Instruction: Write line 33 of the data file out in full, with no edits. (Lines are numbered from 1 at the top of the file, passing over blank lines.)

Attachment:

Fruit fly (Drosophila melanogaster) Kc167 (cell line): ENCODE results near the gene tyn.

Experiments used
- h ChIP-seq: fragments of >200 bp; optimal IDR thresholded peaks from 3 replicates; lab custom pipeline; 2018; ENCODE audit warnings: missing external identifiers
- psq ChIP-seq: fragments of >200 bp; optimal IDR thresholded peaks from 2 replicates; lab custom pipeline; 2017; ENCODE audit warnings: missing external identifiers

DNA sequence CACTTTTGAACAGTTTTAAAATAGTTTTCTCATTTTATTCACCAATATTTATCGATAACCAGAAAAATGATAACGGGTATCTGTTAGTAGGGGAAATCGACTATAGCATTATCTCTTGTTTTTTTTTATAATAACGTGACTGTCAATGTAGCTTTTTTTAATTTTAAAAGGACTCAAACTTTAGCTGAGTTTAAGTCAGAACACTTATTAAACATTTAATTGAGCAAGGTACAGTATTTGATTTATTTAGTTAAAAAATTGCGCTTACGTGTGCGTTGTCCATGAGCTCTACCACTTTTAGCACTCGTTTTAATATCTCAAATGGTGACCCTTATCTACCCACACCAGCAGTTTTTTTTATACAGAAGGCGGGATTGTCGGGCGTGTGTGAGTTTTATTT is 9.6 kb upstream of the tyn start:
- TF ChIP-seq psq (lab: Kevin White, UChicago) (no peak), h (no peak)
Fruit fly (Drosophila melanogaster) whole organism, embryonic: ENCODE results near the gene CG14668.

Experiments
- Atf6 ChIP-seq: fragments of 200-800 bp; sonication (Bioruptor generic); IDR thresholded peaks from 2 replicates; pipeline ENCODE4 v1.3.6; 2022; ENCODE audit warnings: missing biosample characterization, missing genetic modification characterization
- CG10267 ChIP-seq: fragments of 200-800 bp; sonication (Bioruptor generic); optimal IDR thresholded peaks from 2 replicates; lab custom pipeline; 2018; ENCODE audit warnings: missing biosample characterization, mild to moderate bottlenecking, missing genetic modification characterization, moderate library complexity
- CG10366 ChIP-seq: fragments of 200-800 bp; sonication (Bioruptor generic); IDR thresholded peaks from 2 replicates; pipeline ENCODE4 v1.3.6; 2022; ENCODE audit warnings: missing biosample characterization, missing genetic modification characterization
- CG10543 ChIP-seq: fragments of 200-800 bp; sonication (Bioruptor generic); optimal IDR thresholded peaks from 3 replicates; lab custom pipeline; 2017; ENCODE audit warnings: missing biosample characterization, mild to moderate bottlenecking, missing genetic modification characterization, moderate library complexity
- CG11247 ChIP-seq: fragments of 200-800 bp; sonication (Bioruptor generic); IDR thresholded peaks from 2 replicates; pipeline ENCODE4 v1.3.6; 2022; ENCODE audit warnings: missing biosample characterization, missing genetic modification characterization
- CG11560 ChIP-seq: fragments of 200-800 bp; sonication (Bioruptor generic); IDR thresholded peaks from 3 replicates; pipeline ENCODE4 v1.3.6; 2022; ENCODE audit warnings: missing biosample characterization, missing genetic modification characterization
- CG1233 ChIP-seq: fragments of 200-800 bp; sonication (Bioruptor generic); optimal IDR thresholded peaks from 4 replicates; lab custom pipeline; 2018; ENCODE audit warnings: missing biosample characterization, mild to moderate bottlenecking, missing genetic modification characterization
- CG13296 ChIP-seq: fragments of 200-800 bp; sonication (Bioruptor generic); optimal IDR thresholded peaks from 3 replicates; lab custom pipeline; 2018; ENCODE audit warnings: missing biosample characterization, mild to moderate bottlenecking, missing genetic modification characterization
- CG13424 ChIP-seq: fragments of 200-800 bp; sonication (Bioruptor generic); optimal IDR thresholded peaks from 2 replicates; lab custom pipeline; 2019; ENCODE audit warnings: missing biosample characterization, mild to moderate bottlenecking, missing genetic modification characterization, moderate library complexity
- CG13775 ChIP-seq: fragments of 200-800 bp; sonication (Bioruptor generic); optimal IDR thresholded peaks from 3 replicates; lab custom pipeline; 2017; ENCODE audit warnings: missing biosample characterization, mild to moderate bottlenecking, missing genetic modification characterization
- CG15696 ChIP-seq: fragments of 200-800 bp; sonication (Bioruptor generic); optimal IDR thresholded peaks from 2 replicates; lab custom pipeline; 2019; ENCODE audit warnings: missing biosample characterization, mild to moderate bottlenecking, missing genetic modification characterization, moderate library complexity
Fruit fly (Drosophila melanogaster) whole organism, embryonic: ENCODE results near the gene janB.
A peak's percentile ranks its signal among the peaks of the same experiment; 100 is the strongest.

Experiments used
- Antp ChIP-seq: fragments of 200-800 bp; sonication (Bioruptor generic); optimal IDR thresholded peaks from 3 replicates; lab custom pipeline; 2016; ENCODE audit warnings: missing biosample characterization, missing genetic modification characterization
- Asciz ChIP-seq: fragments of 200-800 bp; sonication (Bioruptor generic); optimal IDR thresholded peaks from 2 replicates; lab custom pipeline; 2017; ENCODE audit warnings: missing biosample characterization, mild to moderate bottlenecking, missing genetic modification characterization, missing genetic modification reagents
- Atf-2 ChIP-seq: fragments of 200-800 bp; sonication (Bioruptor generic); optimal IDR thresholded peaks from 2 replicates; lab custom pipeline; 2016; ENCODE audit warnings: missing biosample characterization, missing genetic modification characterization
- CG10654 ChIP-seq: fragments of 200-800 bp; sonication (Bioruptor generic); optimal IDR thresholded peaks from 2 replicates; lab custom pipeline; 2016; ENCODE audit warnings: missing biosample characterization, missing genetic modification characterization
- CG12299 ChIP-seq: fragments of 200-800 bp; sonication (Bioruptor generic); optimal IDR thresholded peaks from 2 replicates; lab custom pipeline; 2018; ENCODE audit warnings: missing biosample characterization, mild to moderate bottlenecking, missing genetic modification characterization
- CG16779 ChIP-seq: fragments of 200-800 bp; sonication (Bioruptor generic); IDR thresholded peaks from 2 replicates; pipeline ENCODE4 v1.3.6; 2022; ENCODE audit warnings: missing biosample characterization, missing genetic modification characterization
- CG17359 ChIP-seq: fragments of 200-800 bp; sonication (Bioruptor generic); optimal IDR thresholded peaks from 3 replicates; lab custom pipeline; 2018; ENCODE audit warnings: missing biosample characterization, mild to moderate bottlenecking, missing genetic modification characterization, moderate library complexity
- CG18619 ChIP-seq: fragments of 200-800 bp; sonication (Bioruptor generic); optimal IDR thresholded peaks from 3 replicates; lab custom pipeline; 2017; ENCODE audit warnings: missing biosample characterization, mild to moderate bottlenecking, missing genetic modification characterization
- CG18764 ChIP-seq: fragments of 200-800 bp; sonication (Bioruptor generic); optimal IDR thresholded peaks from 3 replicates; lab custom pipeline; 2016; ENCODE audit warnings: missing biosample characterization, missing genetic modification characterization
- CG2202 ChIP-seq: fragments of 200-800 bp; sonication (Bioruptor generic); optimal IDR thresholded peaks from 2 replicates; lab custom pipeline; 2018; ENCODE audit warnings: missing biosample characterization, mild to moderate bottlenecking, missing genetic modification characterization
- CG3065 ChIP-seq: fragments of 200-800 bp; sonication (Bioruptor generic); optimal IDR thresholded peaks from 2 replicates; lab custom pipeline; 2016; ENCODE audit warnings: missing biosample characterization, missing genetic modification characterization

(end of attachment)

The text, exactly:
- CG3065 ChIP-seq: fragments of 200-800 bp; sonication (Bioruptor generic); optimal IDR thresholded peaks from 2 replicates; lab custom pipeline; 2016; ENCODE audit warnings: missing biosample characterization, missing genetic modification characterization